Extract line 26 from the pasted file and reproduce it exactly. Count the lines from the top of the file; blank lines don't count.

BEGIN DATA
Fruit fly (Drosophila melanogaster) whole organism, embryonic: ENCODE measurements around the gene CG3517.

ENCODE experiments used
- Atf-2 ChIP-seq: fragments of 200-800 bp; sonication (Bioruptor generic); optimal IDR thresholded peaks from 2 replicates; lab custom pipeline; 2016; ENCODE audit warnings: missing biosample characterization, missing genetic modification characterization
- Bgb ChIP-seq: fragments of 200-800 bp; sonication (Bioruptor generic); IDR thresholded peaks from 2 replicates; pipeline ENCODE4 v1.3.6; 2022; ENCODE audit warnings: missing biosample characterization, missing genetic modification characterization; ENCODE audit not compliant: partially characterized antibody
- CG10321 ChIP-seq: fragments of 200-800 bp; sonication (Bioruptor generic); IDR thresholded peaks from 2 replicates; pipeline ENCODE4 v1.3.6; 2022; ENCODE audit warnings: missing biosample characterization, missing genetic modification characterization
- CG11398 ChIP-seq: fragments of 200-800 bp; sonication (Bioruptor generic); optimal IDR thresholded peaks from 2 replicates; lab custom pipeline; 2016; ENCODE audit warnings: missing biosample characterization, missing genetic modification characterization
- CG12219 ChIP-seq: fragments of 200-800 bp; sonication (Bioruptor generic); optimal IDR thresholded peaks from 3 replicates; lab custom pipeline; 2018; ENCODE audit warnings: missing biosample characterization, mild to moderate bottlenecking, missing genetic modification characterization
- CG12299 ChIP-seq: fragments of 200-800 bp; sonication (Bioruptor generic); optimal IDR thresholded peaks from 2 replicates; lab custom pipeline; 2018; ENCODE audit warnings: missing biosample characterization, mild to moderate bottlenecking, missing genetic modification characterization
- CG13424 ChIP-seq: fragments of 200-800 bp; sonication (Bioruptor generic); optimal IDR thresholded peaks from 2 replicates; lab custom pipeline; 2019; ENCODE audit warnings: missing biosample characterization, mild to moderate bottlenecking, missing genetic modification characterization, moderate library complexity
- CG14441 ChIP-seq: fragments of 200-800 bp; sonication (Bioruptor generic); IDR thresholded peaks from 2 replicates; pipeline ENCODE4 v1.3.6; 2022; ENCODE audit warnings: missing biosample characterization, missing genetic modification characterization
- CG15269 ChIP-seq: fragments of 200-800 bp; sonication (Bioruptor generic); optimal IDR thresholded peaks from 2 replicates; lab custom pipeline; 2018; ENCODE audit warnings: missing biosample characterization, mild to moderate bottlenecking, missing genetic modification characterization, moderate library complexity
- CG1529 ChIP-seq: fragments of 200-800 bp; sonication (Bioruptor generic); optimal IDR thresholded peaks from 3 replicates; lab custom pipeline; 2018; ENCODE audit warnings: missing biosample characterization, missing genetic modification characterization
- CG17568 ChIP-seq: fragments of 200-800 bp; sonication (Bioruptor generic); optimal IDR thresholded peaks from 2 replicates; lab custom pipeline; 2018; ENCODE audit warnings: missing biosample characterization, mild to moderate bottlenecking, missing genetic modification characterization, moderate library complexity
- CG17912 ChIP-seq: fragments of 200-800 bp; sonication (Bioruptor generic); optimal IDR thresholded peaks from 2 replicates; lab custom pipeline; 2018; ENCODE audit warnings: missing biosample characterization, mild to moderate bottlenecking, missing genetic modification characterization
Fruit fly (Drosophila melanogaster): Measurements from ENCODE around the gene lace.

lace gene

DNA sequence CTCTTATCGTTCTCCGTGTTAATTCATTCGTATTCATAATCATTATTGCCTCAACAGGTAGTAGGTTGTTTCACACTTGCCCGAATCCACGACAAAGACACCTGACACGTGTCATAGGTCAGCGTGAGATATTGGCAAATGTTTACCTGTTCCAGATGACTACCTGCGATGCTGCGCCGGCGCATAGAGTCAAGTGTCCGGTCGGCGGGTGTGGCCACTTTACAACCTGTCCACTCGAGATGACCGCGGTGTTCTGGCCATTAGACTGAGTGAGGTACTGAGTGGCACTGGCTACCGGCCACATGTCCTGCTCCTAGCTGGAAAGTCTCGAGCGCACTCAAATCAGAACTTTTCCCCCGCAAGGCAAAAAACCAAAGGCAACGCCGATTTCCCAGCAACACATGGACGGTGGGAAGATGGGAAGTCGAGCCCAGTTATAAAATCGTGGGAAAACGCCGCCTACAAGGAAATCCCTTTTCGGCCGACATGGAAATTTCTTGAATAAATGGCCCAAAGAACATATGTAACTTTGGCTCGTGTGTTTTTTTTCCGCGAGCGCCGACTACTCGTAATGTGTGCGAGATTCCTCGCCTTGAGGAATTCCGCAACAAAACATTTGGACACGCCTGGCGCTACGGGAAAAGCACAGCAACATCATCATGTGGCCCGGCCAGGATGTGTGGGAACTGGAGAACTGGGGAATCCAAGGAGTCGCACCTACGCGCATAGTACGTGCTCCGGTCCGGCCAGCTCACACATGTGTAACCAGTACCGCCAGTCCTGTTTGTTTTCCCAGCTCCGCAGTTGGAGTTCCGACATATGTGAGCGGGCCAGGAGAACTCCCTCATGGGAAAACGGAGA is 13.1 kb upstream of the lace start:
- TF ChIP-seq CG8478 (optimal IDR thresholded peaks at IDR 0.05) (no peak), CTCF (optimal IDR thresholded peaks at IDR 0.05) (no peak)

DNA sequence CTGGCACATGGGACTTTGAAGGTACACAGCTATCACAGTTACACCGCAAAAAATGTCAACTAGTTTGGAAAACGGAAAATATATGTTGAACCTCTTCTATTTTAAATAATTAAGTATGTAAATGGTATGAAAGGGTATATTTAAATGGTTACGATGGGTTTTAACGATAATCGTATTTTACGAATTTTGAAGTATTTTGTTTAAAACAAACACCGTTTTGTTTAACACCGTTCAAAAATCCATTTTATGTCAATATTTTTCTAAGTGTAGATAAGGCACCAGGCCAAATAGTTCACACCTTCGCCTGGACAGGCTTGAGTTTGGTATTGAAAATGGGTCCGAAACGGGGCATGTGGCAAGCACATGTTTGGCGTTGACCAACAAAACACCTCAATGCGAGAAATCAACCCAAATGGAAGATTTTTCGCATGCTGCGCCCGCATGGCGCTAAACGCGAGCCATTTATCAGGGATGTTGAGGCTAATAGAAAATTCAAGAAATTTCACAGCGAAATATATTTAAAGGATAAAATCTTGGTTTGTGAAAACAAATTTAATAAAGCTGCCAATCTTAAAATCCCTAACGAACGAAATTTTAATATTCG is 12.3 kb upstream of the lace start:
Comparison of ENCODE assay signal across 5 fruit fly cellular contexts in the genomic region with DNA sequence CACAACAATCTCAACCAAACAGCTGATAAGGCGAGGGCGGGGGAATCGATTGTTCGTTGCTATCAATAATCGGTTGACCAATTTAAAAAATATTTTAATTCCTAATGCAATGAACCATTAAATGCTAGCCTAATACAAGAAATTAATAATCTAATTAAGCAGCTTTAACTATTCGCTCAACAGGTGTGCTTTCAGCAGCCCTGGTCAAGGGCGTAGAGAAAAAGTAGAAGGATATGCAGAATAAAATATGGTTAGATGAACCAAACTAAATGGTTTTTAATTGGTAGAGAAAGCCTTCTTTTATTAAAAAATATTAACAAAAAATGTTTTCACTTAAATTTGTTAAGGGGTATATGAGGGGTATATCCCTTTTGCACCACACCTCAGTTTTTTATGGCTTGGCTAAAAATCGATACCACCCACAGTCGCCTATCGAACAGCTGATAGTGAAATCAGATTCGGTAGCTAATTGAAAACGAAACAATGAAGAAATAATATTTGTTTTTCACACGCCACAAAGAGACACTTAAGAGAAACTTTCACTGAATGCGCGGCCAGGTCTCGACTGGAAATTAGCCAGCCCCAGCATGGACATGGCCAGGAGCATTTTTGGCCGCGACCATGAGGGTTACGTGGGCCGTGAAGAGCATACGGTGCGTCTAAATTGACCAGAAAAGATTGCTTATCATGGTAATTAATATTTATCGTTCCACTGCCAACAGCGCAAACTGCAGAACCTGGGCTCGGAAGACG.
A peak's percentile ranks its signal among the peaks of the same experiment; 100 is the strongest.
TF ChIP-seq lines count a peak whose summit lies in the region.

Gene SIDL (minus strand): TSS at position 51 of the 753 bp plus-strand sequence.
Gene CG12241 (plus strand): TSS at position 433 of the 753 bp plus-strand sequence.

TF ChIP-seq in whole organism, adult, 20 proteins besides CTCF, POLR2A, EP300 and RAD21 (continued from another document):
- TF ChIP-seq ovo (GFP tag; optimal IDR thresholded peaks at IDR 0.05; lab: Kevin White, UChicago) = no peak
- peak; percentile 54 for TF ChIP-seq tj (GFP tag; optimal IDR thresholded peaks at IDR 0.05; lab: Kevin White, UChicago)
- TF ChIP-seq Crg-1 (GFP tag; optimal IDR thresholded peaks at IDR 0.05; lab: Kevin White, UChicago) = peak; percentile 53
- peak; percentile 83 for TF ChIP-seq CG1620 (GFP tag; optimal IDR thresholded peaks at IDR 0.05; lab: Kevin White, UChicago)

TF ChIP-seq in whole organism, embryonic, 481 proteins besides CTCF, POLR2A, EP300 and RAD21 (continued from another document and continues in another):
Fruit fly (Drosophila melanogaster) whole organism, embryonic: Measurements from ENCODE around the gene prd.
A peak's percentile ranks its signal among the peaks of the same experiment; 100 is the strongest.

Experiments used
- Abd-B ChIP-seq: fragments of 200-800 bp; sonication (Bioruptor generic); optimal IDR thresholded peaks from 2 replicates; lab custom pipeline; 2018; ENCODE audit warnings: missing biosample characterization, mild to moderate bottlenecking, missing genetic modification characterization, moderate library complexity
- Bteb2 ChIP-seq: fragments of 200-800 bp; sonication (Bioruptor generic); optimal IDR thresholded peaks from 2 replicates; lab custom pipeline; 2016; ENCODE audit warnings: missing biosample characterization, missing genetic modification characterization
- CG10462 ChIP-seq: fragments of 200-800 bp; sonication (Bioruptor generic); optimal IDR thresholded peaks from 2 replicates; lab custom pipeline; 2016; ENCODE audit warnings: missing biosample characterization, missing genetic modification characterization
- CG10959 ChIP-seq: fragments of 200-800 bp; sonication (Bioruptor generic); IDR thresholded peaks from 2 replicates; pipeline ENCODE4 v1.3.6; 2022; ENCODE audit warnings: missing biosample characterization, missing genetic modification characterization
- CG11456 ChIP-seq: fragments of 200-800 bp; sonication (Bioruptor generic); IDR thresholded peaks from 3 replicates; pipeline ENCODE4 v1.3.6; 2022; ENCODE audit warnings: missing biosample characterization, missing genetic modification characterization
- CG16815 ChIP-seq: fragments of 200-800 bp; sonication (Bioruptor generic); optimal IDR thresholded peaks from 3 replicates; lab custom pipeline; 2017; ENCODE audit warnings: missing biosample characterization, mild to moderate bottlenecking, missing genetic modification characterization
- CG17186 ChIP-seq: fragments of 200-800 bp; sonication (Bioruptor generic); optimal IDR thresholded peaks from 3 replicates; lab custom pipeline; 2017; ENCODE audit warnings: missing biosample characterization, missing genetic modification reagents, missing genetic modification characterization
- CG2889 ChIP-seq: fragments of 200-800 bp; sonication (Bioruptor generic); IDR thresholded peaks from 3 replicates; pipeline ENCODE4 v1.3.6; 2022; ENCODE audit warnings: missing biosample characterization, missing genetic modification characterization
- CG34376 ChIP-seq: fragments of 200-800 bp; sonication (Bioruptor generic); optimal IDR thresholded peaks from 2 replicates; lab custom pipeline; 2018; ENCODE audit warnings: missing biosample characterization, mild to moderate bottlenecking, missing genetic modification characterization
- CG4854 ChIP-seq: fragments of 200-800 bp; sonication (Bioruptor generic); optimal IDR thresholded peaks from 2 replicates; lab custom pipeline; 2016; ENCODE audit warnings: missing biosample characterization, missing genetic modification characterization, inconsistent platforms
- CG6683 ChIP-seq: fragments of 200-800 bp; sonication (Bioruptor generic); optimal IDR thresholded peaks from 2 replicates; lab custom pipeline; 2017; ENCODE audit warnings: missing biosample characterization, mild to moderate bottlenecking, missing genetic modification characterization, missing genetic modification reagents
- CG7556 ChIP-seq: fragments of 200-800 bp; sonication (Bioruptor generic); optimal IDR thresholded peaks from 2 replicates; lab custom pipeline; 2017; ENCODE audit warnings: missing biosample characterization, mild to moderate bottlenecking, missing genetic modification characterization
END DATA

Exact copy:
- TF ChIP-seq ovo (GFP tag; optimal IDR thresholded peaks at IDR 0.05; lab: Kevin White, UChicago) = no peak